Delegation and The Leadership Style: How Can It Alter An Organization’s Culture

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Delegation and The Leadership Style: How Can It Alter An Organization’s Culture

Posted by: Virendra Singh Rathore
Category: Organizational Culture Change
Reading Time: 4 minutes

Ideally, the best results are the consequence of a team of individuals working towards a common goal. Everybody knows what they are accountable for and what their role in helping one another is. Everyone gives in their 150%. But ideal circumstances are rare, very rare.

But why is that so?

The fact is that there could be many reasons to it but the one that we want to talk about here is connected to the leadership style. This doesn’t apply just to the top level management. This applies to anyone in the supervisory position. We start with the top level management but there is a something for everyone by the end of this article!

Top Leadership and the Crazy 8 of Delegation

More than 80% of top leadership exhibits this pattern. It begins with “I have too much to do and I need to help to get it done on time.” This results with finding the right experts to execute the task. But then comes in the feeling that goes like, “This does not feel quite right” and that in time turns into “This isn’t working – I have to do it myself!” This pattern is what we call the CRAZY 8. What is immediate reaction that we have observed in such a situation? Leaders step in and take things back under their watchful eye and take on a bulk of the workload once again. This breaks the circle of trust among the team and brings in the element of finger pointing. For the focus for them, is now on what went wrong and not on the solution.

The best of the leading men and women in the corporate world say that they spend only 30% of their time in day to day activities. But how can this be possible if you take on a bulk of the workload once again? That is why we recommend that the leaders need to avoid falling into the “crazy 8”. The better way to approach this situation is by fixing the loopholes and the people challenges that might be rendering the process flow ineffective.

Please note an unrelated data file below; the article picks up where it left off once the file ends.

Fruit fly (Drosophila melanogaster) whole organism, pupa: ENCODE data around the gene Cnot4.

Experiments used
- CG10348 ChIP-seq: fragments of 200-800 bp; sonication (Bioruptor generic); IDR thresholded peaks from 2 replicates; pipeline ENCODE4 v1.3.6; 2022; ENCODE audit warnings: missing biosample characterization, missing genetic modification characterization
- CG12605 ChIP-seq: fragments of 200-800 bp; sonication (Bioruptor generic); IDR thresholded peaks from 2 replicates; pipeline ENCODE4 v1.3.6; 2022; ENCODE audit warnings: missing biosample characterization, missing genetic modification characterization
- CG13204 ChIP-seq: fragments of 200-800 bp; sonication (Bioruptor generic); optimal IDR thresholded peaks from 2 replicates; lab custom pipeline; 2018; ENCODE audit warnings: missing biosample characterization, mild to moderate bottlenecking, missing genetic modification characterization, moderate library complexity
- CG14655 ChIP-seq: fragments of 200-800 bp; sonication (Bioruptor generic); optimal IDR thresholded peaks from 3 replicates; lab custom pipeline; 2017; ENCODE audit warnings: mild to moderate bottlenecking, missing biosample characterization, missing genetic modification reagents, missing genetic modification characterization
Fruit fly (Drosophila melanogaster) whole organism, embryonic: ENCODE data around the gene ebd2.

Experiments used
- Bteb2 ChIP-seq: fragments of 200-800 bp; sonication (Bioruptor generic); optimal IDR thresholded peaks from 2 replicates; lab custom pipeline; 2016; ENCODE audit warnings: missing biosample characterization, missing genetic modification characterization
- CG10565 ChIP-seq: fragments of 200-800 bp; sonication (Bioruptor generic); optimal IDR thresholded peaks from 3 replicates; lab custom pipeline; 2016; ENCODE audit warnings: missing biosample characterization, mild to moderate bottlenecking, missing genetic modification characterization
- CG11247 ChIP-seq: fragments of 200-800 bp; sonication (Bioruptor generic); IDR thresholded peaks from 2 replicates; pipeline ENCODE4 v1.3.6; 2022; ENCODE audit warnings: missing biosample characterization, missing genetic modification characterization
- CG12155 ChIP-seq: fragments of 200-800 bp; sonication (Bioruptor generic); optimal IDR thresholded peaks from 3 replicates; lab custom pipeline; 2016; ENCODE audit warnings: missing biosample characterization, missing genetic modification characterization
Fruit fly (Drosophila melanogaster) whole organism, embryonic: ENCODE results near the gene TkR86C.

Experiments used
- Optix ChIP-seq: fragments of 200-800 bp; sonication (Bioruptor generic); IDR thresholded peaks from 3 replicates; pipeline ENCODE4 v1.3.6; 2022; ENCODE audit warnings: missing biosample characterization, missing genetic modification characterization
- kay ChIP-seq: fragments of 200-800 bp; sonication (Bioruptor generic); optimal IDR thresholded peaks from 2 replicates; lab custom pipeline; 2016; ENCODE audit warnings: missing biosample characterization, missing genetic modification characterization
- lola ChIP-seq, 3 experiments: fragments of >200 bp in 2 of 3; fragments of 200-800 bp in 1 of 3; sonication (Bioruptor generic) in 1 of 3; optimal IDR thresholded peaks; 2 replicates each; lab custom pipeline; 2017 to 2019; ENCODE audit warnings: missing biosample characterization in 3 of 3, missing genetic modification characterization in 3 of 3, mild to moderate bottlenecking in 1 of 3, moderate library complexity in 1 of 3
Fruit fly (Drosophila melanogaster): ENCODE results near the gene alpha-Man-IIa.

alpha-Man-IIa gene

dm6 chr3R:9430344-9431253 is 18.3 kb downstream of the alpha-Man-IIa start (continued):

Narayana Murthy, chairman of Infosys, says: “It’s very important to decentralize. Articulate your vision, lay out the norms for reporting and the delegating of authority, and formulate a clear escalation mechanism. You need a protocol understood and practiced by various cultures.”

How can you make this happen?
The first and foremost approach to take is to not wait for trouble to show up. Start the process of reporting and follow up from the very beginning to ensure that your team is working towards the right direction.

The second step is to understand and accept that one human has the ability to only directly influence upto 5 people that he or she directly interacts with. It is essential that you work with your direct reporting team and build a relationship of trust and honesty with them. Help them grow. Give them the room to make mistakes while making the room of time to fix an error before it reaches critical mass. Be their coach. At the same time, help them build a equation of performance, helpfulness and teamwork among themselves. Never forget that culture perpetuates from the heads of teams. Their attitude is what the teams across the organization adopts and if the culture of performance and no blame is instilled at this level then it will cascade into the rest of your organization. Turn your task of delegation into an effort of coaching and elevation.

The third step is to identify the areas of the process that are posing a challenge. Modify them to ensure that it gives results at the same time is doable for the team to execute. This balance is essential to keep the morale of the team up.

How does this delegation style influence the organization’s culture?
Set the standard of what is expected from the organization’s culture and the delegation style with them. What they experience is what they will perpetuate with the teams that report to them.

How does this make a difference to you as a manager or supervisor or team member?

By now you are wondering, I am not a CEO or COO, how does this matter to me? Delegation is a two way street. A leader can hand out a task but keeping in it your alley is a joint effort that both you and your leader need to make.

As a manager or a team member
The same level of trust that your leaders maintain with you is what you need to develop with the individuals reporting to you. You play a key role in perpetuating the culture of the organization and how you delegate is key to it. Extend the same liberty of making mistakes and learning from them to your team. Make it a norm for the team members to help each because the final goal is what matters. Put away the fingers and set a zone of no blame. It is your accountability to hold your team responsible to maintain the same culture of no blame, performance and teamwork that you are a part off. Your attitude dictates the attitude of your team members towards the other teams. It also determines how the remaining teams respond to you and your team members.

As a team member or player
If you want to be trusted, you need to build trust. If you do not want to be in an environment of blame, then you need to contribute to a culture of no blame. Don’t point a finger. If you want to work in a team and not in silos, then you need to contribute towards building the team. Treat others the way you would want to be treated and keep your eye on the mark. After all, a leader is only what the team makes him.

Every drop makes an ocean and that why every drop counts. That why YOU, every single one of you, count!

Would you like to know more about how to set a no blame zone in your office and build a culture of performance? We can help!

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Author: Virendra Singh Rathore

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